Battle Report
Bull Run Run 50 Miler

April 18, 2009


Amy Sproston
Female winner Amy Sproston runs through the bluebells on way to second fastest female BRR time
Photo: Aaron Schwartzbard

This page has the results and information from the 2009 Bull Run Run 50 Miler. We expect new items over the next week so come back again.

If you have a comment about the run or something (pictures or reports) that you think should be linked from this page, e-mail Anstr at

North-South Competition

North-South Competition
Under 10 Hours
North 73 73
South 24 69.8
Total 97  

New this year was a competition between forces for the North and South. All runners who finished under 10 hours scored for the side they had enlisted in, or been conscripted for. There were 97 finishers under 10 hours. Of those, 73 were from the North and 24 were from the South. Since there were more Northern troops, we multiplied the South finisher by the fudge factor (about 2.9), we got 69.8. Consequently, the North won. While this was just a battle and a very faux one at that, this was not a "war." Consequently, the South does not need to have another 20 years of Reconstruction and the SEC doesn't have to go back to crappy football.

Initial Report

by Anstr Davidson
Running through the Bluebells
Homophones Leigh and Brian run through the bluebells.
Photo: Aaron Schwartzbard

The weather. It was all about the weather. The day was beautiful -- clear, dry, and warm. Ah, there's the rub. Too warm. The official high temperature was 79.6°F. On the last day like this around here, we had a different president! How do you prepare for weather like this? Third place Andy Hill from Canada noted that this was his first run of the year without wearing tights.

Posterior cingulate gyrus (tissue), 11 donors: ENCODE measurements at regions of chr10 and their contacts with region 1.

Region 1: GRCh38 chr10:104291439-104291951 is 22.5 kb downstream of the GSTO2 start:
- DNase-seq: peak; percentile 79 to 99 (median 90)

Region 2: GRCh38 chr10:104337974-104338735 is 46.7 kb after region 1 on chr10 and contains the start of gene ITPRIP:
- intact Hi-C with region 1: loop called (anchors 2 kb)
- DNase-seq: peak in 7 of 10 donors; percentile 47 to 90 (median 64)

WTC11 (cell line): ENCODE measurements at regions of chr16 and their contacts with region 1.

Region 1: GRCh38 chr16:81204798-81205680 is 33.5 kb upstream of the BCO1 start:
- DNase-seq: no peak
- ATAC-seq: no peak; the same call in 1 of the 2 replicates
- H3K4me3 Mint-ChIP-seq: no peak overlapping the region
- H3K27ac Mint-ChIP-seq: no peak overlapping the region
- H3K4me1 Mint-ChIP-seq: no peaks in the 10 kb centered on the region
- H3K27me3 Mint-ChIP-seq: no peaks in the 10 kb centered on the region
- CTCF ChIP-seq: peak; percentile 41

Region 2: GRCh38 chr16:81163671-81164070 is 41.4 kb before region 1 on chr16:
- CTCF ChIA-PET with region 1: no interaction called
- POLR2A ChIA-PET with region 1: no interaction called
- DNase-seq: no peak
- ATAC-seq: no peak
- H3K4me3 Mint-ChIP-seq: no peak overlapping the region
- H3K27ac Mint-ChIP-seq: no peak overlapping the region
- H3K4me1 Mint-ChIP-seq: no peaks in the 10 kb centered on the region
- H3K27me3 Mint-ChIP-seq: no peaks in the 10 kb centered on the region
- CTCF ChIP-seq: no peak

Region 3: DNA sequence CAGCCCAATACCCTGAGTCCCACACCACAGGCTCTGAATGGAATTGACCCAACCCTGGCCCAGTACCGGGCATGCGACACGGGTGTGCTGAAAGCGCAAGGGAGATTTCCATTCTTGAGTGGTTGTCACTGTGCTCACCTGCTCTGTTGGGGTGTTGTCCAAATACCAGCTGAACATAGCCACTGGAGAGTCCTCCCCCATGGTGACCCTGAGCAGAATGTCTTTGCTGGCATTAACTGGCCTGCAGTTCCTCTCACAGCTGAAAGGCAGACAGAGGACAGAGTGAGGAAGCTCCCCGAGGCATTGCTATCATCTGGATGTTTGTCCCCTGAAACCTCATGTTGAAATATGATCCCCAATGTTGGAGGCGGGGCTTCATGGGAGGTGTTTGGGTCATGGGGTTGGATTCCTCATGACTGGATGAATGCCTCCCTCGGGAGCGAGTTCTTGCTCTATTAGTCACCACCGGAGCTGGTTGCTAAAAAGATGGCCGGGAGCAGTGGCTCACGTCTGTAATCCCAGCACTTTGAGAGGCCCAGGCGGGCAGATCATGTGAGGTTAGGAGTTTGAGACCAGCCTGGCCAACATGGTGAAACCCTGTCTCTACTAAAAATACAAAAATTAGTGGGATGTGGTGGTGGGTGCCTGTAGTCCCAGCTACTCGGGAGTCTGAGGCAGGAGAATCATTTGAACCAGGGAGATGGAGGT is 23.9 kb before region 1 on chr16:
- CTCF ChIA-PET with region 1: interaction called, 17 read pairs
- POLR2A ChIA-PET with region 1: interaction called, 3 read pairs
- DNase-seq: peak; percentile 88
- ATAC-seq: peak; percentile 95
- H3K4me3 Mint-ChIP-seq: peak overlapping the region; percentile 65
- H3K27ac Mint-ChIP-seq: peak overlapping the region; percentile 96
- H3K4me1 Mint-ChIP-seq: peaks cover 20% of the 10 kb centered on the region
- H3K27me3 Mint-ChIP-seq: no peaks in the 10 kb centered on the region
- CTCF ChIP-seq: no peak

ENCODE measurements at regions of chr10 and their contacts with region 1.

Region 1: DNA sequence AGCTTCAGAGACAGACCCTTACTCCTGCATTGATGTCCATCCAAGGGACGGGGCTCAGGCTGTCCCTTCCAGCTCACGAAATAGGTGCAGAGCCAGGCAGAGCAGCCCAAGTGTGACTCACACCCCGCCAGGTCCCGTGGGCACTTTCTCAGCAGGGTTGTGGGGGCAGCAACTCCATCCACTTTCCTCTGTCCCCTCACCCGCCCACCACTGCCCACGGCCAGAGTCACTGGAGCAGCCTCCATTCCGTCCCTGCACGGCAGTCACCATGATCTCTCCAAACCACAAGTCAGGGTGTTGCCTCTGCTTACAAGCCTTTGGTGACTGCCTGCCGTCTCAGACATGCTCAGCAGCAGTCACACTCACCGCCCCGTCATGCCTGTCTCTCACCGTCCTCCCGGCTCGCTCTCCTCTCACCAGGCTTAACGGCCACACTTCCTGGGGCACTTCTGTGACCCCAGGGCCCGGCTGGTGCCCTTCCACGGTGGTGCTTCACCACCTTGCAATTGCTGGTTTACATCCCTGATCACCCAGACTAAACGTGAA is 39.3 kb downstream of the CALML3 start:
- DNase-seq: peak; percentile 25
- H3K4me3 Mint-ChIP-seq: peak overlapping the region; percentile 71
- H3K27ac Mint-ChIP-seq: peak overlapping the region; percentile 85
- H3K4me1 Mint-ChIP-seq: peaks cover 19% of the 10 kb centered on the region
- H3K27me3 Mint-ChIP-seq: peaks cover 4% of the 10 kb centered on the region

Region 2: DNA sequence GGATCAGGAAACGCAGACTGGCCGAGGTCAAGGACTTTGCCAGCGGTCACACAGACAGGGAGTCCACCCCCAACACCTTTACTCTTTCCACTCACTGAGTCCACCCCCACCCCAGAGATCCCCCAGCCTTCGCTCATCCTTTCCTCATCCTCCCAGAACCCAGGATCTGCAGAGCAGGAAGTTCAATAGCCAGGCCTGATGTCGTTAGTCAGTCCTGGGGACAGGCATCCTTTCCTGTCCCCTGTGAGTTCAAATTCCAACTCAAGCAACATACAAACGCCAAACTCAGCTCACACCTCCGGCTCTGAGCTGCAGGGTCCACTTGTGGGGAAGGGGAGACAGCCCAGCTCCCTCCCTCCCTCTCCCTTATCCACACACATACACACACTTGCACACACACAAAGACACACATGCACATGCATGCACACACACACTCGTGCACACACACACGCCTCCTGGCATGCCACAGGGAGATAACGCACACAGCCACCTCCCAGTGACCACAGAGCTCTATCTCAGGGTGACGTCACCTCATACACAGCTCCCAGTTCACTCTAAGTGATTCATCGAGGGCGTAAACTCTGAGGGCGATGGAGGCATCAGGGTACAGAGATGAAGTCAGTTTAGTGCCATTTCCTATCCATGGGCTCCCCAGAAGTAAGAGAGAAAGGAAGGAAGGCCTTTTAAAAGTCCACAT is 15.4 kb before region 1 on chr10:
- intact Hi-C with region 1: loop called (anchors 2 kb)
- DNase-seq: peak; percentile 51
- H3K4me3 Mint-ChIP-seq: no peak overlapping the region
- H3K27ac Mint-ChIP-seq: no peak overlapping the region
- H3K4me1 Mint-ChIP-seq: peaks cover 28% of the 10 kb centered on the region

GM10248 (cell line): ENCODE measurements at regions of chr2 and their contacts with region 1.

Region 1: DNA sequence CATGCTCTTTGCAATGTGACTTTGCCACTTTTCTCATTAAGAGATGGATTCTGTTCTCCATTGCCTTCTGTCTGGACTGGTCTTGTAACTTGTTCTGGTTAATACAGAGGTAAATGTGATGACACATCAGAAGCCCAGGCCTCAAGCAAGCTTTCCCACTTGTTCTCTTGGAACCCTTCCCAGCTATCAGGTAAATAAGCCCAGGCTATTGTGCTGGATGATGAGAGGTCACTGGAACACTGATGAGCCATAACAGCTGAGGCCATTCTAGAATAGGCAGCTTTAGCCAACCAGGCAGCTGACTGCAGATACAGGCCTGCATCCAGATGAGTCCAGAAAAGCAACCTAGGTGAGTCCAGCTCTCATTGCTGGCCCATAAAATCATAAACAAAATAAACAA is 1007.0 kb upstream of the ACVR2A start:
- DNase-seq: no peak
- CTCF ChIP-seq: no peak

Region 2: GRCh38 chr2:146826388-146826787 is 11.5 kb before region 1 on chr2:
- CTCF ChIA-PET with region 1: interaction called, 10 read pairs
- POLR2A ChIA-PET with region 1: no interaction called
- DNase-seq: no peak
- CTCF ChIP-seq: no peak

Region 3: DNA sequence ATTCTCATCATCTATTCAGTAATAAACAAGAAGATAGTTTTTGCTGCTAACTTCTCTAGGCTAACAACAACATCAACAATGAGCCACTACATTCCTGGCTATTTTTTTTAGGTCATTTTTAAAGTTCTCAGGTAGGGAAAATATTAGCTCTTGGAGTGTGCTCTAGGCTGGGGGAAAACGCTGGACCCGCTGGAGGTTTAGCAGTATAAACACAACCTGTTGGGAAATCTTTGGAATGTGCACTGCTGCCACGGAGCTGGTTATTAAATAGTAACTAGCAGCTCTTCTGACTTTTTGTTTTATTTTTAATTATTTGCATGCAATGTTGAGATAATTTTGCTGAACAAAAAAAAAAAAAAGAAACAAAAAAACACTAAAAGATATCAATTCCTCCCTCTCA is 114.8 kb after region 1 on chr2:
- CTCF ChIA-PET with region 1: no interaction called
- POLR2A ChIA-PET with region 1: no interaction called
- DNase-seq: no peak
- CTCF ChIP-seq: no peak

Other than the heat, it was a great day. The bluebells were in their full glory. The course was relatively dry and well-marked.

Leigh Schmitt ran 6:31:14 while Amy Sproston was first women running 7:34:05, the second fastest female time at the event. There were many other great performances.

There were 314 starters and 266 official finishers. (We need to check this. Those numbers might vary.

We will have a lot more about the event available soon. All will be linked from this page. Come back again to see!

A huge thanks to the many volunteers who worked so hard to make the day so great for everyone. Happy trails!

Wildflower Report

by Gary Knipling

Bluebells Another Bull Run Run, another April, another springtime ritual of trail running in Northern Virginia. The 17th BRR is now recorded in history. Although 79 degrees is not considered hot running, the clear skies and marginal leaf cover made for a hot day for runners and volunteers. Most of the runners were in warmer conditions than they had run in 5 -6 months. I asked for ice in my water bottle at least a half-dozen times. Without hesitation, “boom” I had it within a minutes time. Are those great aid stations, or what?? Every one has his or her method for keeping “cool” and the gamut was in form on Saturday. One particular runner (bib # 15) took a side path down the boat ramp at the Marina to completely submerge himself for his cool down for the last 5.5 miles.

Each of the 2009 champions was familiar with the BRR winner’s circle. Amy Sproston won her second BRR (1st in ’07) and Leigh Schmitt won his fourth crown (others ’05, ’06, ’07). Congratulations to both Amy and Leigh. The pressure will already be on them to return next year to defend.